Thanks  for this tip.  I will look into how to add a lowpass filter in the noise generated by Octave code. 
I have also used the PathSim  program that has capability to adjust the noise bandwidth but also add different
delay effects simulating ionospheric propagation effects. 

White noise has a power which is proportional to the bandwidth, so 3 kHz noisepower is  20 dB more then 30 Hz, but because it is interesting to compare with human copy by head, you have to think about the fact that your ear is less sensitive for high frequency noise. In telecommunication the work for that reason with psophometric weighting. All that is unnecessary when you limit your bandwidth of the noise and his power to a few hundred Hz.
Thanks - the answer was so obvious that I am almost embarrassed. I am using computer generated white noise and I was aware that human auditory system has different sensitivity to noise at different frequencies.  Using "psophometric weighting" search in Google provided so many new sources that I will study this subject bit more. 

Bob,
as you seem to have very good insights in these topics I am asking the following:

Are there any other good metrics when comparing Morse decoder performance with human copy by head?   

So far I have   the following:

  • CER - Character Error Rate
     SNR  - Signal to Noise Ratio
     WPM - speed in words per minute
     Psophometric Noise distribution - to adjust to human auditory system

I am interested in how brain detects and decodes Morse code as well as the learning process itself. 
Having a set of consistent quantifiable metrics would help  - it looks like Fabian DJ1YFK has also similar interests in this field.

73
Mauri AG1LE   






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PA0BLAH
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« Reply #5 on: January 06, 2013, 02:37:14 AM »

Yes CER and so on are OK, I think so.

Bayesian is another approach than matched filtering. Concerning detection by distinguishing signal power from Gaussian noise, the last mentioned  is theoretical optimal.

When your floor is slightly dusty you don't notice, but you detect the dust by wiping the floor with a broom to a centerspot. When you collect that way all the dust on a small spot you can decide was there dust or was there no dust(signal)  on the noise floor.

The method is used to find out wether or not there is a signal of known shape in noise. Military radar tx/rx use it, and only reception is used in anti submarine warfare, each submarine type has a certain sound signature, that is implemented in a matched filter to detect them at large distance by mere listening, in order not to get localised by them.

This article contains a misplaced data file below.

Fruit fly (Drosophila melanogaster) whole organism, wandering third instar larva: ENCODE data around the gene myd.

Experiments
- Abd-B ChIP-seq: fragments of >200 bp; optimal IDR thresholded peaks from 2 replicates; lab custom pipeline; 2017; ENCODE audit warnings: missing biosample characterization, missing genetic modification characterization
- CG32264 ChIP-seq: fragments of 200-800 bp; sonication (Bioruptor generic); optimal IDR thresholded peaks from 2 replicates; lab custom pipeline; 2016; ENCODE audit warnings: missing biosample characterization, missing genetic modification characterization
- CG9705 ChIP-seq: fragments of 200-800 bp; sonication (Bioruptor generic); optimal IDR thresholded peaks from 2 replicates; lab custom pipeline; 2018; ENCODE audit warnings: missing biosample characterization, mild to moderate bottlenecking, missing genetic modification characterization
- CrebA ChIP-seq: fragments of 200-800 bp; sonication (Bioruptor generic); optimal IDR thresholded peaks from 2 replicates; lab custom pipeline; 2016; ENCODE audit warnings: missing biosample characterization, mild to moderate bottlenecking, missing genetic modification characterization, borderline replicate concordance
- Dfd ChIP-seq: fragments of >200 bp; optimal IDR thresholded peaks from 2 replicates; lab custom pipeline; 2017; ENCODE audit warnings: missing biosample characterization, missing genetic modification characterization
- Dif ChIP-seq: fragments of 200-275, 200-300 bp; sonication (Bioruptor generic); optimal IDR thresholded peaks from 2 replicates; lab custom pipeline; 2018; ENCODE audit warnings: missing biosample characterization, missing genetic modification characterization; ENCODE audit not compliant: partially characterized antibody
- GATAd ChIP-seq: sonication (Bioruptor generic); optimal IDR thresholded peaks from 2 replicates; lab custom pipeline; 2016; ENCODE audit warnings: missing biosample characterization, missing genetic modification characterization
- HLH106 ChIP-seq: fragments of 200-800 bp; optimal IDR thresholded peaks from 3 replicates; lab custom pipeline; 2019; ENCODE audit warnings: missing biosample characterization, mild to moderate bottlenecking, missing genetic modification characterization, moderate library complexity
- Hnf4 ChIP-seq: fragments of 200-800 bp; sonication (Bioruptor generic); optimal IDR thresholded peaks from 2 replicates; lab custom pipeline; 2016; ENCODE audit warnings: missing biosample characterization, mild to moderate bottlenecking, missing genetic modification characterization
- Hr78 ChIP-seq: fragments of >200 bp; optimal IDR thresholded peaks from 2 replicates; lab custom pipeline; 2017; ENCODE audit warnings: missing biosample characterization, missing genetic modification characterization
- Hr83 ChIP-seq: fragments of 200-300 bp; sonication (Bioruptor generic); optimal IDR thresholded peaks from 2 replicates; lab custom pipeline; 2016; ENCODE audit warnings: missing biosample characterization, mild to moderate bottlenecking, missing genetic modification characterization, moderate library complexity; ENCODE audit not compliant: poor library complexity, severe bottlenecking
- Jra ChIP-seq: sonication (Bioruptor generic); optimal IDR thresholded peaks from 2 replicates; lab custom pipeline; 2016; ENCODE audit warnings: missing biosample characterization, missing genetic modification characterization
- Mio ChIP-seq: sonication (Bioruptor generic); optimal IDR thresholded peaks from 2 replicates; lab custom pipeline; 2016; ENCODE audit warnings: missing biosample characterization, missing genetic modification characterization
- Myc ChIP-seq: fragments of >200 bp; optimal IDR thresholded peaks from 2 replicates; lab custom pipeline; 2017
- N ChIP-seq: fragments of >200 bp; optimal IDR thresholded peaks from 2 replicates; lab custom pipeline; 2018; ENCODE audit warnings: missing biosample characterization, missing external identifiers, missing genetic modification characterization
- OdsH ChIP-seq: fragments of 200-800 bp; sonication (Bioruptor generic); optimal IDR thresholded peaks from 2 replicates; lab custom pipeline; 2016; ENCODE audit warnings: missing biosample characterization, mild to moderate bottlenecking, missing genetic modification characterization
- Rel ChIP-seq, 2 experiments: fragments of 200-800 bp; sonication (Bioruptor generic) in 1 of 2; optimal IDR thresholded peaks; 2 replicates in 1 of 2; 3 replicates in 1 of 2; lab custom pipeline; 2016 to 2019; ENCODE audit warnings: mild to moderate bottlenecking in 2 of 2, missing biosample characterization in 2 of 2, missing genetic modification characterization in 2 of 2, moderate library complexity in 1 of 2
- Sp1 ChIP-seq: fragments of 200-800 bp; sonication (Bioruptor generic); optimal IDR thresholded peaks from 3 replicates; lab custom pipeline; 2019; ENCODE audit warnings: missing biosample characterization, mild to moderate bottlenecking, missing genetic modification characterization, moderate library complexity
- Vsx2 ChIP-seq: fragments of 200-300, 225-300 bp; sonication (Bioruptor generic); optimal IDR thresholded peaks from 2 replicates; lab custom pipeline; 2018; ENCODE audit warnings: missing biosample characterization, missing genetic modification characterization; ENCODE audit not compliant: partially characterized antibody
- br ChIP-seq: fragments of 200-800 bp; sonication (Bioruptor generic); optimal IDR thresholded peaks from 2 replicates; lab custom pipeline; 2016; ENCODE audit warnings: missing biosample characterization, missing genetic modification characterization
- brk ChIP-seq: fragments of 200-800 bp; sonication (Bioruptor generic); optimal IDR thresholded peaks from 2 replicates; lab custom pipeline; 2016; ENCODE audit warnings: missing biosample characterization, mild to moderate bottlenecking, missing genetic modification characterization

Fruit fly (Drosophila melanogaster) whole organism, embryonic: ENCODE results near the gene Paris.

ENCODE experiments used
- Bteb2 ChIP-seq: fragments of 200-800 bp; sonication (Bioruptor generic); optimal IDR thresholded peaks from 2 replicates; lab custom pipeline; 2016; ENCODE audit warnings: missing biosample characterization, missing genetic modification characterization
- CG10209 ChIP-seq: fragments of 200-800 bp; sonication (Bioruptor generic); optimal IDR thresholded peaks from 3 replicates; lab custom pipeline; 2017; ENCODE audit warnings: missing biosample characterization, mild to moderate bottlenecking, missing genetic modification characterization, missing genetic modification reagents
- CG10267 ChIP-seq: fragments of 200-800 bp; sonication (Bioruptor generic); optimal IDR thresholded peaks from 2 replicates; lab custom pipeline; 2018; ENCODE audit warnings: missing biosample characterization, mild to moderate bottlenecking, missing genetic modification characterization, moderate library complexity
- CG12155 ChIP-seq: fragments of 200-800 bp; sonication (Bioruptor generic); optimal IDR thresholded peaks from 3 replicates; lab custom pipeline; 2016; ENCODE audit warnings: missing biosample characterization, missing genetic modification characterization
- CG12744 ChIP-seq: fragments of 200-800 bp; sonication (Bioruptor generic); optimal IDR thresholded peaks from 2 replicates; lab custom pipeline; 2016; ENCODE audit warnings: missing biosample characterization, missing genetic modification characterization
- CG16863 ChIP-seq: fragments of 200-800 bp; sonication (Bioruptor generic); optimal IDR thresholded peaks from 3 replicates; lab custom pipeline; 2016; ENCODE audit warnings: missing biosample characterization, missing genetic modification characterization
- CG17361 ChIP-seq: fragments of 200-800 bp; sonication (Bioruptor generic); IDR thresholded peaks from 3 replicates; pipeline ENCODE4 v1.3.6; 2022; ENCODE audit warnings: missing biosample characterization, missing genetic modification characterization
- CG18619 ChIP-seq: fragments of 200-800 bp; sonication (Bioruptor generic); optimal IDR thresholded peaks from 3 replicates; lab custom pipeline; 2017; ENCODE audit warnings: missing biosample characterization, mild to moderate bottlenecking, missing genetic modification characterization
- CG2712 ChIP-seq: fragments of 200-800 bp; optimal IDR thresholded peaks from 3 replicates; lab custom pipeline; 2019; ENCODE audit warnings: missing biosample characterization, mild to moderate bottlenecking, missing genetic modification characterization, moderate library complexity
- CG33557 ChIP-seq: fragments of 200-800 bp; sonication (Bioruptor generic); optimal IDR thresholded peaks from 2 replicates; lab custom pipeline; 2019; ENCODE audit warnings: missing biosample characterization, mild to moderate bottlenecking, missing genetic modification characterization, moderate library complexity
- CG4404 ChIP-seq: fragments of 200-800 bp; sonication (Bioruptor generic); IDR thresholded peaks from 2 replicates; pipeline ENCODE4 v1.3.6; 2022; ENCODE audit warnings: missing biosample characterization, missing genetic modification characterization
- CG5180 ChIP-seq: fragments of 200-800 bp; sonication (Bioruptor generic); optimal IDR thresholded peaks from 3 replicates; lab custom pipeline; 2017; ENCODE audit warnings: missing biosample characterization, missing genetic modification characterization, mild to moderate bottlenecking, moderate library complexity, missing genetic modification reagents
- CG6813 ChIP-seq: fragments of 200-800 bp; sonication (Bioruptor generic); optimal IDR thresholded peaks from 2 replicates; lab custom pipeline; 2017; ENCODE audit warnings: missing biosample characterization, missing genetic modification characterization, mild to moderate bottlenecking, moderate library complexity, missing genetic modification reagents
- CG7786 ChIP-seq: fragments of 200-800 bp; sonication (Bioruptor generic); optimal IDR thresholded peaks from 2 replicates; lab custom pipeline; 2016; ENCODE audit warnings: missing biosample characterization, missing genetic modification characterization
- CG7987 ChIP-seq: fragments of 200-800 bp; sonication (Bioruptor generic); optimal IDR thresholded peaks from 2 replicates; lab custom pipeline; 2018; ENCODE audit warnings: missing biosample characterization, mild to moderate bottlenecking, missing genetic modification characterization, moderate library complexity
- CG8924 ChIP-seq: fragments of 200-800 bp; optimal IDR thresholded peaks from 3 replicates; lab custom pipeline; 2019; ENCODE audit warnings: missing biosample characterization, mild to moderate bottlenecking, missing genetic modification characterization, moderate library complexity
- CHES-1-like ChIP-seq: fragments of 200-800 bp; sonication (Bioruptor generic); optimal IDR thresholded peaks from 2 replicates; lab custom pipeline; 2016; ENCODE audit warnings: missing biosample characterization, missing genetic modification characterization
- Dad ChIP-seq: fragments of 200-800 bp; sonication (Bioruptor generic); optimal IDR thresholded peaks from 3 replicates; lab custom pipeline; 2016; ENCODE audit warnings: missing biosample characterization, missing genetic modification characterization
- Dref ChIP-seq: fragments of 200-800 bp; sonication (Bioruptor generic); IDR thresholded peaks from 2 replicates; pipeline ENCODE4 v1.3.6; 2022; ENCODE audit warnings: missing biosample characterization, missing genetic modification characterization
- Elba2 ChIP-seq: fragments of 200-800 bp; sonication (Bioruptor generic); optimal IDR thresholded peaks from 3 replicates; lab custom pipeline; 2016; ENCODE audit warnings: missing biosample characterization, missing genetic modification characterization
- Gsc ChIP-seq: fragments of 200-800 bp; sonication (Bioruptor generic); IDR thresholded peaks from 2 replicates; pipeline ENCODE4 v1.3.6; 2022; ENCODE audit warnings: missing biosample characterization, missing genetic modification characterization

You have maximum shift register sequences, so named because with a shift register of n stages long you can generate a binary signal of 2^n-1 before it repeats. Also called pseudo random sequence, because it looks like uncorrelated random bitstream, but it is not random, because when you know n bits you can tell all the upcoming bits and the exact bitstream of the past.

When you make a filter with the impulse response the mirror sequence, and you transmit with a radar antenna the sequence, and listen with the matched filter it peaks a pseudo Dirac pulse out, when the signal is detected. All the power (dust) deep in the noise is wiped to one point in time of one bit wide.

When you want to distinguish 2 signals, you need 2 orthogonal signals (cross correlation  zero) otherwise the matched filter detection will respond (less) on the undesired bit sequence.

So when you make a FIR filter with impulse response 111010101 it will peak with one DOT 1 as output on a V signal  as input.
Delay is 2 characters.Wiping the noisefloor takes time.

However when you make in your software 40 matched filters working in parallel for 40 Morse characters, those 40 bitsequences are not orthogonal with each other, so it will not be so that one responds and the others completely not. but the response of the filters can be forcasted and the strongest one is the best fit.

Different CW speed is not an objection in the digital world because you have your signal as a set of samples and by defining the time axis between the samples you change the speed.

Actually, this kind of research is interesting and rewarding, but I hate decoders and do not promote polluting the CW crowd, with guys just buying a radio and an antenna, a Morse decoder and mixing up.

First of all they have to quit a rag chew when there is some qrm, long before a human cw decoder have to quit. Second: Big Brother is watching you, a lot more then you probably think. I don't want that, and the last ressort that Google and the like can't yet spy are the point to point radio connections we make with CW. And the third reason is that CW is not optimal for machine decoding as compared with PSK31, due to AM and suboptimal coding scheme, but it obviously is for human decoding. So those guys will be happier with PSK31 and so on.

So look at rtty or TOR the last with FEC and you have a fixed signal length, that will make it more rewarding and less questionable to decode by machine.

It may be interesting for you to study the way GPS satellites are detected, and the way WSPR detects signals in noise.

G3PLX warned that in noise, adding redundancy is not very helpfull when you keep the bandwidth the same. According Nyquist you have then to add signal levels, which are harder to distinguish of each other in the noise. So he designed on request QPSK, which has four phases instead of 2, and the redundancy is used with a Viterbi algorithm to make an optimal decision.
That creates a win-loss situation. Your redundancy is used to correct errors but the number of errors increases due to the doubling of the phase levels to distinguish.

Also widening your bandwidth in order to increase redundancy with FEC and keeping the 2 levels instead of making 4 levels, is punished by the fact that the noise power increases when using more bandwidth. You can use time.that helps but then you get the delay you said you don't want.


« Last Edit: January 06, 2013, 03:10:43 AM by PA0BLAH » Logged